Automated Pulmonary Analysis by an Online Microcomputer
A general purpose microcomputer based data acquisition system (Digital Equipment Corporation, DECLAB MINC 11/03) has been installed at the National Institutes of Health to facilitate automation of both standard and experimental pulmonary testing procedures. Whereas commercial pulmonary systems have been generally suitable for routine pulmonary function tests (PFT’s)1, it has been necessary to manually perform more involved procedures such as compliance, work of breathing and exercise testing: Commercial systems are slowly becoming available which perform exercise testing; however, they do not provide a simple means for the user to add new procedures or modify existing protocol as is required in a dual clinical/research environment like that at the NIH. Additionally, a means for data archiving is desirable.
KeywordsTotal Lung Capacity Digital Equipment Corporation Transpulmonary Pressure Pleural Pressure Disk File
Unable to display preview. Download preview PDF.
- 1.Maurice R. Blais, and John L. Fenton, “Automated Pulmonary Function Measurements”, Hewlett Packard Journal, 9/79, pp.20–24.Google Scholar
- 2.Final Report on the Cardiopulmonary Data Acquisition System - Volumes I and II, prepared by Technology, Inc., Life Sciences Division, for NASA, NASA Reports NASA-CR-160608 (12/17/79) and NASA-CR-160609 (2/18/80).Google Scholar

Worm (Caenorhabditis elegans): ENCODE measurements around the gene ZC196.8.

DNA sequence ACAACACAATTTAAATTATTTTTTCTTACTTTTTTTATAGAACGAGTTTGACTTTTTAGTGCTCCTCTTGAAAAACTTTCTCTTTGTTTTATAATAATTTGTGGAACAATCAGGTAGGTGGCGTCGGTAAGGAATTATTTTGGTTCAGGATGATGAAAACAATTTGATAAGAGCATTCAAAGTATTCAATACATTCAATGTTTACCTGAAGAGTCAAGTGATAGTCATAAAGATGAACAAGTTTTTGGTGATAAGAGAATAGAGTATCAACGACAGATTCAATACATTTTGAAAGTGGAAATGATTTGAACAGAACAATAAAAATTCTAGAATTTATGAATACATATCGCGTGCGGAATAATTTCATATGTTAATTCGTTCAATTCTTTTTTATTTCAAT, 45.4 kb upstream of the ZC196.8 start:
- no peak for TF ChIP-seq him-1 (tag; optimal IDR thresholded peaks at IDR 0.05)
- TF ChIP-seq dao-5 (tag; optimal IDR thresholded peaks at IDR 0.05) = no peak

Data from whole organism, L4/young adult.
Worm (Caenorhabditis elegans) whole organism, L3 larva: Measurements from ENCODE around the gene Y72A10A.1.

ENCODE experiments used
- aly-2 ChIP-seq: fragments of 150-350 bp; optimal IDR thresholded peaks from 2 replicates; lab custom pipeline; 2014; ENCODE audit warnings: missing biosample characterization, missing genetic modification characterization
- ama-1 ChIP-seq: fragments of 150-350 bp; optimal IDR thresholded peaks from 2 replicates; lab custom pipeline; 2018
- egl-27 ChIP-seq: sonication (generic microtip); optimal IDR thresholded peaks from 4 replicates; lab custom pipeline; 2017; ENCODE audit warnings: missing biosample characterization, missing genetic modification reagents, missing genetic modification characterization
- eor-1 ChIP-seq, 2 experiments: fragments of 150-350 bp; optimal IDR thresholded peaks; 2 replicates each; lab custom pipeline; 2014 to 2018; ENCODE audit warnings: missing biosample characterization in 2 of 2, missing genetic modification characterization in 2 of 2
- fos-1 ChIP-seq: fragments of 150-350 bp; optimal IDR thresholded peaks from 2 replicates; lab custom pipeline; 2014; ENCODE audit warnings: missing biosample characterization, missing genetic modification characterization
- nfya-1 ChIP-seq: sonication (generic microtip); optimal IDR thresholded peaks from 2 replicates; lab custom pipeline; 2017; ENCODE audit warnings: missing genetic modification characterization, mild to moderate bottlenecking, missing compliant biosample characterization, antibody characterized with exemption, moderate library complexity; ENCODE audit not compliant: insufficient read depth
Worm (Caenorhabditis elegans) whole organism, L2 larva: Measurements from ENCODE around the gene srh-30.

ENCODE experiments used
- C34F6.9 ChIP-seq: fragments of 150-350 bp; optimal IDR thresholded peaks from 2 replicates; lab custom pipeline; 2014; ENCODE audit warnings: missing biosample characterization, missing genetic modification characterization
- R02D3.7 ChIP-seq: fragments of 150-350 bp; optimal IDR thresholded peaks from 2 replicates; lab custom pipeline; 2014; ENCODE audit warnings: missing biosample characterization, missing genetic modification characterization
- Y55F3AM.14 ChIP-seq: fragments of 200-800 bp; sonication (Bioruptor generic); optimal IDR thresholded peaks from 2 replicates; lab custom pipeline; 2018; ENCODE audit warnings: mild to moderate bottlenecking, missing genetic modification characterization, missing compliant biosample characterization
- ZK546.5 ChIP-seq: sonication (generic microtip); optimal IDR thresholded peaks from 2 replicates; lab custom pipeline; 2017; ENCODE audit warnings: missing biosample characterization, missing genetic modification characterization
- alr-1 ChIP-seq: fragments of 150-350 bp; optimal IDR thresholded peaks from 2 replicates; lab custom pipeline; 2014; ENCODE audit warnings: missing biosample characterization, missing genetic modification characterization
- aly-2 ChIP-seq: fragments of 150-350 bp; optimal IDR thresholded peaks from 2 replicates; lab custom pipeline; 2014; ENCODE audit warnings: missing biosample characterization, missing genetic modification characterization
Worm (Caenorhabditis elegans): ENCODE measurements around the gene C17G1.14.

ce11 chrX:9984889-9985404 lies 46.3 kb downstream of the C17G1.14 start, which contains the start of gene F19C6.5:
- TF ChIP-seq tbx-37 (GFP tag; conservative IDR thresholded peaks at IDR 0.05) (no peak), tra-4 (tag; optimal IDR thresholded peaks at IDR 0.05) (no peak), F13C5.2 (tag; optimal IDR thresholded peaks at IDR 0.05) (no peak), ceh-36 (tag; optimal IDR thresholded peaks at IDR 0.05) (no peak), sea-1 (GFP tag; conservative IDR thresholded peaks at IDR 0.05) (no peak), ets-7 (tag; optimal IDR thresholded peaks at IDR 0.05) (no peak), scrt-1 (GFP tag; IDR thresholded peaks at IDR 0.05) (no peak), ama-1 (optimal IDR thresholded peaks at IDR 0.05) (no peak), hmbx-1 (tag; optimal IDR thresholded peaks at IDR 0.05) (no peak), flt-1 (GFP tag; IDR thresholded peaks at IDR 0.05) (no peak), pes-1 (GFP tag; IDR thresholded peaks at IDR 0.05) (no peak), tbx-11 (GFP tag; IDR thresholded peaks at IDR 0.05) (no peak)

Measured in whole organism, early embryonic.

- 4.J. Milic-Emili, et al, “Improved Technique for Estimating Pleural Pressure From Esophageal Balloons”, Journal of Applied Physiology, 18: 207–211, 1964.Google Scholar
- 5.L.D. Pengelly, “Curve-Fitting Analysis of Pressure-Volume Characteristics of the Lungs”, Journal of Applied Physiology, 42(1): 111–116, 6/77.Google Scholar
- 6.C.J. Gibson, et al, “Exponential Description of the Static Pressure-Volume Curve of Normal and Diseases Lungs”, American Review of Respiratory Disease, 120: 799–811 1979.Google Scholar
- 7.Eduardo Solazar, and John H. Knowles, “An Analysis of Pressure-Volume Characteristics of the Lungs”, Journal of Applied Physiology, 19: 97–104, 1964.Google Scholar
- 9.Karlman Wasserman, and Brian J. Whipp, “Exercise Physiology in Health and Disease”, American Review of Respiratory Disease, 112: 219–249, 1975.Google Scholar